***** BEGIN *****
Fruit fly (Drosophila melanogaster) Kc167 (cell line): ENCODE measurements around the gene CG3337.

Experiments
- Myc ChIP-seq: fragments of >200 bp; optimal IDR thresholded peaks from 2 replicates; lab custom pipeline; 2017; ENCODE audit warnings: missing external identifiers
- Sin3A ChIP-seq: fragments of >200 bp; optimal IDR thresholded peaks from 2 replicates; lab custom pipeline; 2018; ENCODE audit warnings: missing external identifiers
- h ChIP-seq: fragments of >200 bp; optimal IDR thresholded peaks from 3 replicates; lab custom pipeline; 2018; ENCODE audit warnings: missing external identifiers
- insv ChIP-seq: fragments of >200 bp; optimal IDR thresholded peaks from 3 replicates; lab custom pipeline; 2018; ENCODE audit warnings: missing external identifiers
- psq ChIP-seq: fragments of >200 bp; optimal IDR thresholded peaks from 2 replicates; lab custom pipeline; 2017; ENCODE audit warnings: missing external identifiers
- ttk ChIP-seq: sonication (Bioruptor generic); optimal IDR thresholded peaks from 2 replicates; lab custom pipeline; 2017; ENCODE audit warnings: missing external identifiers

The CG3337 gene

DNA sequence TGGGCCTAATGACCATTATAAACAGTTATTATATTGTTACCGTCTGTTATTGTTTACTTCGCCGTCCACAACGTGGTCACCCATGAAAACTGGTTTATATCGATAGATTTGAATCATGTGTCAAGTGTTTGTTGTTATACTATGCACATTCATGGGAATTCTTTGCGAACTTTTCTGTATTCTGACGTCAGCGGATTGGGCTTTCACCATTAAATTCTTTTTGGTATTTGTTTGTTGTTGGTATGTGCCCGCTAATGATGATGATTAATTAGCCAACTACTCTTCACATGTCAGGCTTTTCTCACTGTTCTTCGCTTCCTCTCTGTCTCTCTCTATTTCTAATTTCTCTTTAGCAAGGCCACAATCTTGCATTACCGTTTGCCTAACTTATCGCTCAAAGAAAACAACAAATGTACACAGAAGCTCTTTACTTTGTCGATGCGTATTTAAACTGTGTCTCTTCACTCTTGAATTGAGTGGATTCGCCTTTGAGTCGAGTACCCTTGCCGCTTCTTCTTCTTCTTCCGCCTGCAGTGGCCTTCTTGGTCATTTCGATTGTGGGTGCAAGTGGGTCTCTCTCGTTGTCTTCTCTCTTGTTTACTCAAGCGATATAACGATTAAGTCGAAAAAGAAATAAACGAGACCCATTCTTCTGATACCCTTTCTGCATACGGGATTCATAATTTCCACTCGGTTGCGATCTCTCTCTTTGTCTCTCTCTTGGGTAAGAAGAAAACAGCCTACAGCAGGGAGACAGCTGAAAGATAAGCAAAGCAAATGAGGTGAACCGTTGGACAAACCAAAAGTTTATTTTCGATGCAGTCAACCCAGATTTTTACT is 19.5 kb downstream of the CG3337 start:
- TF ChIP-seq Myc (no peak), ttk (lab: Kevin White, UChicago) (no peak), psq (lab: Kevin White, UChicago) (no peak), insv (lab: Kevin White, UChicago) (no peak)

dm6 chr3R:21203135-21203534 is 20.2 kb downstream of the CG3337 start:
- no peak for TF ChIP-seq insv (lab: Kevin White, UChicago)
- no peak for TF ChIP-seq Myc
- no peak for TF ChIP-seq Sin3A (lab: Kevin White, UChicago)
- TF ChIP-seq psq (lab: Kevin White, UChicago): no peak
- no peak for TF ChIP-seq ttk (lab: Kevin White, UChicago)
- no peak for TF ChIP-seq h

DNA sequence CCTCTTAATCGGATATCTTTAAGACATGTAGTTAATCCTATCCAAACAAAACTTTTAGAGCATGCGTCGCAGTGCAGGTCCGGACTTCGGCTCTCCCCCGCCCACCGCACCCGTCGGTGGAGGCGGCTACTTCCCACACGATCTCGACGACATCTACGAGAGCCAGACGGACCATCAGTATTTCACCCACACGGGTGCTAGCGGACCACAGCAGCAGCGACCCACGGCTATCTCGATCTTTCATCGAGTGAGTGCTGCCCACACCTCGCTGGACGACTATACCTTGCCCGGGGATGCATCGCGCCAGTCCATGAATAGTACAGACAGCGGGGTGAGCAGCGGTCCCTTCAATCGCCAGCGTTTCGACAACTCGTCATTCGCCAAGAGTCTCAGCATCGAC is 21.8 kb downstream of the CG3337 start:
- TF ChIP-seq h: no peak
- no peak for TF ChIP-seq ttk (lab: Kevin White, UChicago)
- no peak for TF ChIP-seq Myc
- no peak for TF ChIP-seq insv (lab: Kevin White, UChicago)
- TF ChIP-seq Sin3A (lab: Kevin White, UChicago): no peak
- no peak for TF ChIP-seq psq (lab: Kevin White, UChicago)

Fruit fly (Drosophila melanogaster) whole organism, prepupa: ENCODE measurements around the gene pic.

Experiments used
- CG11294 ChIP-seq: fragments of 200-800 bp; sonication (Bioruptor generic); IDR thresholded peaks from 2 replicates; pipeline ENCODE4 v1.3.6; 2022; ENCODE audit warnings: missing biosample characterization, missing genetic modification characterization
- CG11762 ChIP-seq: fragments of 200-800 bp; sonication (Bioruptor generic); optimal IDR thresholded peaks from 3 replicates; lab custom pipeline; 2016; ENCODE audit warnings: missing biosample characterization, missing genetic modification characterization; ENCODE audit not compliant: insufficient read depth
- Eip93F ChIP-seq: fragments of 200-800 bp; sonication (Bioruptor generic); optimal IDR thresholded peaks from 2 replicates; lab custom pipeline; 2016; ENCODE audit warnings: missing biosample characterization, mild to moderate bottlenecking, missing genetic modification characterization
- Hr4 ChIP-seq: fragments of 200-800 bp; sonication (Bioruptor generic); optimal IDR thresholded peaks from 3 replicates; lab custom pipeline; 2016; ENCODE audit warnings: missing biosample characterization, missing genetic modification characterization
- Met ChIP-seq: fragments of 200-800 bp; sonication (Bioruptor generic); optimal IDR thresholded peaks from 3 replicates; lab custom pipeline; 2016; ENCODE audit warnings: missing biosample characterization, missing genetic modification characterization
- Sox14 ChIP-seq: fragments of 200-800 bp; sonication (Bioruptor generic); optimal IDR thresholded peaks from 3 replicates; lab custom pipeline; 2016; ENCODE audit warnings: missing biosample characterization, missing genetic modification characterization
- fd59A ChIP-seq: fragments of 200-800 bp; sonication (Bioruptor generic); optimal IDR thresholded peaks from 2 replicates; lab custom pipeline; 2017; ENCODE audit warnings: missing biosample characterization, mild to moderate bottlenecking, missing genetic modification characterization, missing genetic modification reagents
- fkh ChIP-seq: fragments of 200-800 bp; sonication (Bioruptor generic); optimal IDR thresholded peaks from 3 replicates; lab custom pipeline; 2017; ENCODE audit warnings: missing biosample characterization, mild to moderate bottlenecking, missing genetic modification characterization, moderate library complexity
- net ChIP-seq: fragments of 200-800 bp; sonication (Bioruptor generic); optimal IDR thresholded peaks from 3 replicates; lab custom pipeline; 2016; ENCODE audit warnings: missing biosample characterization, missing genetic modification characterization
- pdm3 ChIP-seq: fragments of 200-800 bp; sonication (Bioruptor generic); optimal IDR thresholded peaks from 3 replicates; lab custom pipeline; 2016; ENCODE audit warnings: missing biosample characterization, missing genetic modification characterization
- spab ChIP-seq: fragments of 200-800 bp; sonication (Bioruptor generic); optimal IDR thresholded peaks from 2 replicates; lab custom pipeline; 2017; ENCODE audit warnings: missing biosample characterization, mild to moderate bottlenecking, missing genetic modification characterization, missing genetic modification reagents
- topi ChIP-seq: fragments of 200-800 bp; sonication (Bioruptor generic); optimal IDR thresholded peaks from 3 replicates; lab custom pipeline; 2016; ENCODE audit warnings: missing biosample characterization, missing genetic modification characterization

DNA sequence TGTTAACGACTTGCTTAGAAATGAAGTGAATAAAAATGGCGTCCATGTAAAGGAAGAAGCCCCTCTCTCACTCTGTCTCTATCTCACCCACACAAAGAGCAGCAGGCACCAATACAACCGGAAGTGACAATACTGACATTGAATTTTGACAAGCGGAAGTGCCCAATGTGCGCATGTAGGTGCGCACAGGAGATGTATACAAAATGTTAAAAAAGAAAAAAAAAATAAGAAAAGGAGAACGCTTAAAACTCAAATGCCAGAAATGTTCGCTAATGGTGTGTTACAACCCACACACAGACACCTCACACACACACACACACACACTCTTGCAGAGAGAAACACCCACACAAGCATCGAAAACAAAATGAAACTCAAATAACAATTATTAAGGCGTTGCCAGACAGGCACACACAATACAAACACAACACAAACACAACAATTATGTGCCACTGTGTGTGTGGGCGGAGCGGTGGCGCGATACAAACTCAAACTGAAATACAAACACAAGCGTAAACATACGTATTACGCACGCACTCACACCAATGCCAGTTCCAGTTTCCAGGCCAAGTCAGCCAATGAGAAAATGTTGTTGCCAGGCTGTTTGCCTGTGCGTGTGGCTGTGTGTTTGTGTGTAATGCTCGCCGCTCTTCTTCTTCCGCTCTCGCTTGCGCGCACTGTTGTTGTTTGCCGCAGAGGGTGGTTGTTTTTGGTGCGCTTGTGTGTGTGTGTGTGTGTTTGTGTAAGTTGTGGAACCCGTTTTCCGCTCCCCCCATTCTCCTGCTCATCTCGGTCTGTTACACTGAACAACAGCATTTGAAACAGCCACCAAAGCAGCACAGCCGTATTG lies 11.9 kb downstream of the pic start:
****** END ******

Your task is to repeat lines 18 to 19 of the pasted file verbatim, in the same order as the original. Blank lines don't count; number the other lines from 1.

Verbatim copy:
- no peak for TF ChIP-seq h

DNA sequence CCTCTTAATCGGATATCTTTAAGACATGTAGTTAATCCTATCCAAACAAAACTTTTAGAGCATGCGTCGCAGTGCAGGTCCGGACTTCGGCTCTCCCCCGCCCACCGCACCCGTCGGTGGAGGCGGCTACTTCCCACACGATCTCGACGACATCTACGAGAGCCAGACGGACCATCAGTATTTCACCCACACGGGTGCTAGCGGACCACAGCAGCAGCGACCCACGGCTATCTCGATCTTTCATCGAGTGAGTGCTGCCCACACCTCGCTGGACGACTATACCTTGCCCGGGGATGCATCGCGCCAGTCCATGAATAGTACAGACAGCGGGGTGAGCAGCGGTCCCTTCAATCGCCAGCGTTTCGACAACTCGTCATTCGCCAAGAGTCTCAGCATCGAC is 21.8 kb downstream of the CG3337 start: